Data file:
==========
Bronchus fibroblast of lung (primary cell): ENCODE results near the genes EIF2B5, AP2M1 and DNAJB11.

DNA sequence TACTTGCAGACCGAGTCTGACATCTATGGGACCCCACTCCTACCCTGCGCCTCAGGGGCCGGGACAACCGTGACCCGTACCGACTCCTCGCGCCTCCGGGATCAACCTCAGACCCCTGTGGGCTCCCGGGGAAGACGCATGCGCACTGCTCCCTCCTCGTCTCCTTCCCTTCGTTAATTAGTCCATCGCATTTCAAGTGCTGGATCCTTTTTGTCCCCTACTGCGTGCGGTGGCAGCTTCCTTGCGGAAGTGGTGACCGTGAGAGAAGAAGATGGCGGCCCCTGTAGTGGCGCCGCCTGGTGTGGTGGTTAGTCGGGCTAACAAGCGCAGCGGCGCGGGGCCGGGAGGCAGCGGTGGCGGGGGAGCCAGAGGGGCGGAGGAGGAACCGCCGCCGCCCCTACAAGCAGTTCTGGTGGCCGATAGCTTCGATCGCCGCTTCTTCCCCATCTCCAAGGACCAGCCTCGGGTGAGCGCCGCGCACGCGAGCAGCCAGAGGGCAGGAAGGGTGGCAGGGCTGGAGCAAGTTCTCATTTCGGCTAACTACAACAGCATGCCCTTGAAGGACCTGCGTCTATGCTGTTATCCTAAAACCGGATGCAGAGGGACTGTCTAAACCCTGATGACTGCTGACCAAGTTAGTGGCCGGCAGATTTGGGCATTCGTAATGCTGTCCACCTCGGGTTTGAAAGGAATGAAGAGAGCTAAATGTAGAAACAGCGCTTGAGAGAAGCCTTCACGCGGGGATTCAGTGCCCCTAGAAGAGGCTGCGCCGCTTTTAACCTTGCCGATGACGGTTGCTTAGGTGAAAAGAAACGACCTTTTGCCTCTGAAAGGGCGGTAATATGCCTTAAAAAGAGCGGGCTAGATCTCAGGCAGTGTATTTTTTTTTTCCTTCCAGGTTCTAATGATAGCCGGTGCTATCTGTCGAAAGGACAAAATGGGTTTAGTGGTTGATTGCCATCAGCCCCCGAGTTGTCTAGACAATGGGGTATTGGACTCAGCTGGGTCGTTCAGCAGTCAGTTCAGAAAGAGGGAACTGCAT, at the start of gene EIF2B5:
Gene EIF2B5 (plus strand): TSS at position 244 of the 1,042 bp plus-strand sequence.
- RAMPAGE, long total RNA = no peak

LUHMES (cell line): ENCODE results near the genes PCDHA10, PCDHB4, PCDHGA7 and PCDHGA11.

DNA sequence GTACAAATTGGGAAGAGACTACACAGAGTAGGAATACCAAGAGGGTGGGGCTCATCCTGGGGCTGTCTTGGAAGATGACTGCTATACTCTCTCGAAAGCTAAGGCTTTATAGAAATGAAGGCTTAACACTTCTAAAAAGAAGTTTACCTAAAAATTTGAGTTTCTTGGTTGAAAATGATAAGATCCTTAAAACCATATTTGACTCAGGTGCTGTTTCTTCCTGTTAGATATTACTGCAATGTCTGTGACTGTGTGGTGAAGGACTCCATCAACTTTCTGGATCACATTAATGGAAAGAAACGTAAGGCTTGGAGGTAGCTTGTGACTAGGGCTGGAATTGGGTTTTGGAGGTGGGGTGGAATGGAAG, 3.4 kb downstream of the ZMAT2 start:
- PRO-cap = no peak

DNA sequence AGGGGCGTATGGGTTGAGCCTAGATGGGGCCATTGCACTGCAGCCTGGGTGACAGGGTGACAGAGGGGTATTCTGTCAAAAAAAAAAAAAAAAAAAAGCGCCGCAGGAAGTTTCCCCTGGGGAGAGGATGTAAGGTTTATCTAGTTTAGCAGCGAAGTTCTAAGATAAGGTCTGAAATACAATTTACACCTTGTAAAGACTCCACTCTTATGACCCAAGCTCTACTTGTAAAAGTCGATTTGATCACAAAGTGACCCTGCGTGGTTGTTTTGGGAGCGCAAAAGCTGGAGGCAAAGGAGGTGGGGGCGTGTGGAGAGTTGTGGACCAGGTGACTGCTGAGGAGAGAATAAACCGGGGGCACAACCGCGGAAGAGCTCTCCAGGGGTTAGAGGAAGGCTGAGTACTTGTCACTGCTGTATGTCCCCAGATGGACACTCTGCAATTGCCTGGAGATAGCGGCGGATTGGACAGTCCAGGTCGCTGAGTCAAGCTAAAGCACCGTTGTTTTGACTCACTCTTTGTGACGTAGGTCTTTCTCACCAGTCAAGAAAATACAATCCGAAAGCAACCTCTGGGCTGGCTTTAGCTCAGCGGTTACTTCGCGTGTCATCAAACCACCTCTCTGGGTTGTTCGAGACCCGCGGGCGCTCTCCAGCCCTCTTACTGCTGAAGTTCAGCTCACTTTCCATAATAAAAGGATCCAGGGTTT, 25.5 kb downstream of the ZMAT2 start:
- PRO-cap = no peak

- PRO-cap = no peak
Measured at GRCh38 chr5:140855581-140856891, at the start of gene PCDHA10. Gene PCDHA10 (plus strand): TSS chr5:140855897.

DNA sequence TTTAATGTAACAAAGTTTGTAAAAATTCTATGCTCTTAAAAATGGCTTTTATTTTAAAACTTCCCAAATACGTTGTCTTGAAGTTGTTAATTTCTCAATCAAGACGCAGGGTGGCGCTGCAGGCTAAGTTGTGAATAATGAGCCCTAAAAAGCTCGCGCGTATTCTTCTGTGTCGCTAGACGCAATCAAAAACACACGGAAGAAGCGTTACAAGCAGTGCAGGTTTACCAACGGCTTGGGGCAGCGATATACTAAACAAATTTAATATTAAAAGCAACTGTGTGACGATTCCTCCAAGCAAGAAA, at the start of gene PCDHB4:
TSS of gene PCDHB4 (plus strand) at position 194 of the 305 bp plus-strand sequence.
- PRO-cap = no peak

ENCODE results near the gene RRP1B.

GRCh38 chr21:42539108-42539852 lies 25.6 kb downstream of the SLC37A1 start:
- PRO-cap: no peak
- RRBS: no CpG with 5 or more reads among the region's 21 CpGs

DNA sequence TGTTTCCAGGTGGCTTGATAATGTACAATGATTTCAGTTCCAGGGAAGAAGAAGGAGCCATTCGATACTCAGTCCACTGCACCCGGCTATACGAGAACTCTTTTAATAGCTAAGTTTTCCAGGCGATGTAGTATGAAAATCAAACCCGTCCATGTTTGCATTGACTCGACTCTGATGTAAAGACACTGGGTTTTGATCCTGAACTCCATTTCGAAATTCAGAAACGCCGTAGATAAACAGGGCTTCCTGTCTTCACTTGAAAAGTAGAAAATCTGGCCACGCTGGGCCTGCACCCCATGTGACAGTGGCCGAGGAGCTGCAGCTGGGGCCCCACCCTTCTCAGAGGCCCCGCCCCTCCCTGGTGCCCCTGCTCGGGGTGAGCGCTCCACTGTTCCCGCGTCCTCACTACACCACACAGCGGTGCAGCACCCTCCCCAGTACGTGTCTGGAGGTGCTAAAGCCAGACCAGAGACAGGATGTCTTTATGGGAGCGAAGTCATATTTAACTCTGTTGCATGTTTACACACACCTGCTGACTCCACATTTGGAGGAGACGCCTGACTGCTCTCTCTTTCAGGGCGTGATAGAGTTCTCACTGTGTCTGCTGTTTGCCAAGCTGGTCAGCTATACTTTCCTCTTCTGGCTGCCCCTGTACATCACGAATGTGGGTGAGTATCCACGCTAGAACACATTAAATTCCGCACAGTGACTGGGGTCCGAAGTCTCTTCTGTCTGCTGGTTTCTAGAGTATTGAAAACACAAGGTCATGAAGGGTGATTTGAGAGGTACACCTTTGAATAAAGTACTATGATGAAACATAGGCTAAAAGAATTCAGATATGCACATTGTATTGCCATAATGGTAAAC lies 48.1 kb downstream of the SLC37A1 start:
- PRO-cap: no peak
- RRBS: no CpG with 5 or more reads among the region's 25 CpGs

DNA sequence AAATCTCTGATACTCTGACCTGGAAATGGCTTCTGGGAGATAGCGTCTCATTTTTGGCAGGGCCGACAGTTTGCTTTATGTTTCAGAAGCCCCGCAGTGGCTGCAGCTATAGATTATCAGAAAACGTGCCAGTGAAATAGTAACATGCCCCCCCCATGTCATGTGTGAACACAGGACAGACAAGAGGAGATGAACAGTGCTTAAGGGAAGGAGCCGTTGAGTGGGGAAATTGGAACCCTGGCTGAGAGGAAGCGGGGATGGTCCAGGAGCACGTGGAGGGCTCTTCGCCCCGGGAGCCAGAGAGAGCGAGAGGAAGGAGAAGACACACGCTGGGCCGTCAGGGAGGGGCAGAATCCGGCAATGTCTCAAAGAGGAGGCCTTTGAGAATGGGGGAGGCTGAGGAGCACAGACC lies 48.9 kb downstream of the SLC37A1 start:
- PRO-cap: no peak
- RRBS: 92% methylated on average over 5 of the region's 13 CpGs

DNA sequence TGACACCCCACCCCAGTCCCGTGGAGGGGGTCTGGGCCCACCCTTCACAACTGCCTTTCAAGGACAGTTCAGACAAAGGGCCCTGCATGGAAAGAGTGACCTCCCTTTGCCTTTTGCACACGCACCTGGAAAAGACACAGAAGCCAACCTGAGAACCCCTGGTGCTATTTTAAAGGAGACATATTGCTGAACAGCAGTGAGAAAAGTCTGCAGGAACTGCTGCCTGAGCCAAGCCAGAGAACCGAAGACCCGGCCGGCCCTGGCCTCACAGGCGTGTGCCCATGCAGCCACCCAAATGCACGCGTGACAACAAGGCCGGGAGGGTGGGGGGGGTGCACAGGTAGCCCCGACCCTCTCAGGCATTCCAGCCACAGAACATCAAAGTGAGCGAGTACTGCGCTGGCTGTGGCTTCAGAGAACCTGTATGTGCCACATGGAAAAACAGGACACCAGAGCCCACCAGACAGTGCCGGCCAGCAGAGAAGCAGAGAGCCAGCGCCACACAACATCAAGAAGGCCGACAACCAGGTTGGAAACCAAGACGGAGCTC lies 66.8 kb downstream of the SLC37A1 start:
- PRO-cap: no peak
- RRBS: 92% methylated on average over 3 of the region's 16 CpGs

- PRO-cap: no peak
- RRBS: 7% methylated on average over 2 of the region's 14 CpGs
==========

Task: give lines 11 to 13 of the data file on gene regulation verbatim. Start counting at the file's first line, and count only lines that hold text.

Measured at GRCh38 chr5:140855581-140856891, at the start of gene PCDHA10. Gene PCDHA10 (plus strand): TSS chr5:140855897.

DNA sequence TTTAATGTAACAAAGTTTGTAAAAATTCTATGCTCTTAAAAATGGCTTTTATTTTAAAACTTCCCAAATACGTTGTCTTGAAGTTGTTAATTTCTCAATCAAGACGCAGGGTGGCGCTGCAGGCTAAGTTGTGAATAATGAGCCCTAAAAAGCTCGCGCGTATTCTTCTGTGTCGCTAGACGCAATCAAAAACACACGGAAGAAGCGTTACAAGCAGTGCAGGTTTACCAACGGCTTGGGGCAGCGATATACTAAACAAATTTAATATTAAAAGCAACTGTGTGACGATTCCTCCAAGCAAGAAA, at the start of gene PCDHB4:
TSS of gene PCDHB4 (plus strand) at position 194 of the 305 bp plus-strand sequence.